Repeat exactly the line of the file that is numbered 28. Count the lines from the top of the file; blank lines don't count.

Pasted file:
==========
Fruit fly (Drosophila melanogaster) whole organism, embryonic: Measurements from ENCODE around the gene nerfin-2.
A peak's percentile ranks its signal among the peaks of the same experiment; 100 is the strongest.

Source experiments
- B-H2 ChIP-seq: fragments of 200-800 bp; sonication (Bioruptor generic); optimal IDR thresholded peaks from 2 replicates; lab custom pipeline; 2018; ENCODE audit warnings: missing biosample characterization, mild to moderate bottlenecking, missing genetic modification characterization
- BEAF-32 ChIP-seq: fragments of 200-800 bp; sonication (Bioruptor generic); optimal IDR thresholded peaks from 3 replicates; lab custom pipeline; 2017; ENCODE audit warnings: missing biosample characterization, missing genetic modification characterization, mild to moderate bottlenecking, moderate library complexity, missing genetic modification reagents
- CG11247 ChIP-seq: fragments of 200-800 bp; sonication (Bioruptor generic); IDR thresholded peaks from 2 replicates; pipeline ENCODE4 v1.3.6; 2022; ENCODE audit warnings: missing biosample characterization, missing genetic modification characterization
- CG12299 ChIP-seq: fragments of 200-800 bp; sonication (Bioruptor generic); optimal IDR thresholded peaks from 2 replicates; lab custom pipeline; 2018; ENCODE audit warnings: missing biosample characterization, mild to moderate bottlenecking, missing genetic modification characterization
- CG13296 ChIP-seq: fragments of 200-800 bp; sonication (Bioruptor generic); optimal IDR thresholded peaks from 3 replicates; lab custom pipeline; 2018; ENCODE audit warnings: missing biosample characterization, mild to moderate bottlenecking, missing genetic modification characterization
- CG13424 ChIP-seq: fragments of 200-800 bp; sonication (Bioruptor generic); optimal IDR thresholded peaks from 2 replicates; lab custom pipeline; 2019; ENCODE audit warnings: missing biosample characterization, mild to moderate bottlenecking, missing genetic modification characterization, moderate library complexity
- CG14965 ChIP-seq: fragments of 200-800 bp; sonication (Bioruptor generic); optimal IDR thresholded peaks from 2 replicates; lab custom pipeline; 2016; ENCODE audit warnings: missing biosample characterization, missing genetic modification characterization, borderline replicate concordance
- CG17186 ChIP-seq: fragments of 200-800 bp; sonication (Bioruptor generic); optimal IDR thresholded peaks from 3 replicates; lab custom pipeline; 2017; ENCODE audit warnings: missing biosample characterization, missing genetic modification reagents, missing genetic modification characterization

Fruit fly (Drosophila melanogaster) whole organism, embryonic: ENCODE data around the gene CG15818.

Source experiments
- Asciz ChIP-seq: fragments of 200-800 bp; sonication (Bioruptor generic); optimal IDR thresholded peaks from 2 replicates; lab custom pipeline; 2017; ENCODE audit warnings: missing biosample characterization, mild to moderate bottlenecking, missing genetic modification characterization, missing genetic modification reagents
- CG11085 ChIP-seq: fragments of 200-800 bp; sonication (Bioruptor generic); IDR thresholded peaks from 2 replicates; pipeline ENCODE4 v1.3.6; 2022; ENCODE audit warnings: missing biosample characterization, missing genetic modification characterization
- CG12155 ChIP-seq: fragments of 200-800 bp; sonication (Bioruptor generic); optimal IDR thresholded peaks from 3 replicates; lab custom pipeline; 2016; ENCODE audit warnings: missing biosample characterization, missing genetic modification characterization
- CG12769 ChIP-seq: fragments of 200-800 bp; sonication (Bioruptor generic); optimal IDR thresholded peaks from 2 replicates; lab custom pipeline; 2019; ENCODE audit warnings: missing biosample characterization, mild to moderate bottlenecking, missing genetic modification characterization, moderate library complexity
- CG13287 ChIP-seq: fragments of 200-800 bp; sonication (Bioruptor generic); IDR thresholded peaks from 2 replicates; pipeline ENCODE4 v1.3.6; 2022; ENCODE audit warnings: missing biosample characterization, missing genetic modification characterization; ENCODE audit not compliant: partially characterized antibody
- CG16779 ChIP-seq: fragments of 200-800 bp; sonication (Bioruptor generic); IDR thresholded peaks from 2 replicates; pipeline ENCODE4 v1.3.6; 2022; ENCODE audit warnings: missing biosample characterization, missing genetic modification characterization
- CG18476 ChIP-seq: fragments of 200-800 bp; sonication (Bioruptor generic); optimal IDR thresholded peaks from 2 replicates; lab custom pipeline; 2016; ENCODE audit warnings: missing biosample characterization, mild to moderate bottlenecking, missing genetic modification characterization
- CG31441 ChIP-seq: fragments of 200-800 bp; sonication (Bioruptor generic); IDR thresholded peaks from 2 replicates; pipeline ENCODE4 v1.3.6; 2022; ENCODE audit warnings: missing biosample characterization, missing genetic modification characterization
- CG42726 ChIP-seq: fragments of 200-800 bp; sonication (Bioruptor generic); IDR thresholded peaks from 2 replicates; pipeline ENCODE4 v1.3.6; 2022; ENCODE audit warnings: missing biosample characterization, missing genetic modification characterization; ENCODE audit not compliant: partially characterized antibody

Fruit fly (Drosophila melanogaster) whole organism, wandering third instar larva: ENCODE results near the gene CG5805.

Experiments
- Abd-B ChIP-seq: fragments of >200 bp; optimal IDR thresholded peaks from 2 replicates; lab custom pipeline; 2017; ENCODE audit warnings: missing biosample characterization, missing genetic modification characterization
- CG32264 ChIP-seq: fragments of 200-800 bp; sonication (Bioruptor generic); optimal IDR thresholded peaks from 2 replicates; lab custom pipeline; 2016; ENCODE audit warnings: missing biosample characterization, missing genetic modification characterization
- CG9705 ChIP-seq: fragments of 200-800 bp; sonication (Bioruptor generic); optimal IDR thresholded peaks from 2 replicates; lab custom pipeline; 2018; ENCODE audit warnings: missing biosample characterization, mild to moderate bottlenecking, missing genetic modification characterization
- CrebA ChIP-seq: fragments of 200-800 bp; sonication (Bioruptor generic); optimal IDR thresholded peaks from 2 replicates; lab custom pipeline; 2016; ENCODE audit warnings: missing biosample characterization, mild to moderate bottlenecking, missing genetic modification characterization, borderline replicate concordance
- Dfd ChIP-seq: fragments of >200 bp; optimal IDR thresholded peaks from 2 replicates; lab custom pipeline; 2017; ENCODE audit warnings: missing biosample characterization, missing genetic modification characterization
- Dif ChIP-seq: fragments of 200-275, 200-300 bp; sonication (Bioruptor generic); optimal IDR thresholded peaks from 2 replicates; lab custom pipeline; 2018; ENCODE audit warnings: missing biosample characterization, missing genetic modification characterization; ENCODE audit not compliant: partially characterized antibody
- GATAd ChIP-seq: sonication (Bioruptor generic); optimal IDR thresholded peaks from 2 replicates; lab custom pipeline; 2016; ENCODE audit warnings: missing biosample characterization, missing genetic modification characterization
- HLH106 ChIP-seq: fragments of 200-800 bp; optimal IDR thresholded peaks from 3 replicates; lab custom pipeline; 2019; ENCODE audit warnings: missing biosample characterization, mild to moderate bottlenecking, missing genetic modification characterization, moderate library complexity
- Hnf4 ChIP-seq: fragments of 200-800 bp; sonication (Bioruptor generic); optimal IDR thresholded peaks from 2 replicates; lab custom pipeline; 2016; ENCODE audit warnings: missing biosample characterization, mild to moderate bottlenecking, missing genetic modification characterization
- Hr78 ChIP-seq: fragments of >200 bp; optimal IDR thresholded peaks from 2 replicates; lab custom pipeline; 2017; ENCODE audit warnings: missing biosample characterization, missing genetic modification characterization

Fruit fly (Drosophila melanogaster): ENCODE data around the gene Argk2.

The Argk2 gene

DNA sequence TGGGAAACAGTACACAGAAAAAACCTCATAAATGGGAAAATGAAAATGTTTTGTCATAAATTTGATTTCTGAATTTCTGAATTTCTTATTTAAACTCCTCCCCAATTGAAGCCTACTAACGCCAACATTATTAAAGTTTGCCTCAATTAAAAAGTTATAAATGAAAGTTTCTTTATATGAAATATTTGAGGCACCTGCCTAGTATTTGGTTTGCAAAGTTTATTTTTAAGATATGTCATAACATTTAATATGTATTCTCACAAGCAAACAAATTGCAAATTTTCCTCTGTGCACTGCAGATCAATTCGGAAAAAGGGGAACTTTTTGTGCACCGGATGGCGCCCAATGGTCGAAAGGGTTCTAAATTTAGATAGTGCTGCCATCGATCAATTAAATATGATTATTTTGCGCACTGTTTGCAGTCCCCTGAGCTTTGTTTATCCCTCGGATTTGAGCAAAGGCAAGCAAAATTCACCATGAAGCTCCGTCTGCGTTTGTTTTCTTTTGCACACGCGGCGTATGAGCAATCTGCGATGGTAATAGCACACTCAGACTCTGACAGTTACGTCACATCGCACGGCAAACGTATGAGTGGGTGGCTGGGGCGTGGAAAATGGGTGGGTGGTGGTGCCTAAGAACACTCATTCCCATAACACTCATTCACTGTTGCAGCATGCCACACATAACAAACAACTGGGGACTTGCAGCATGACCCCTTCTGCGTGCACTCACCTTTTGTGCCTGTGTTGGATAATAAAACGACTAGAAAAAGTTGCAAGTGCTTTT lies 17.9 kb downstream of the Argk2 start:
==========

- CrebA ChIP-seq: fragments of 200-800 bp; sonication (Bioruptor generic); optimal IDR thresholded peaks from 2 replicates; lab custom pipeline; 2016; ENCODE audit warnings: missing biosample characterization, mild to moderate bottlenecking, missing genetic modification characterization, borderline replicate concordance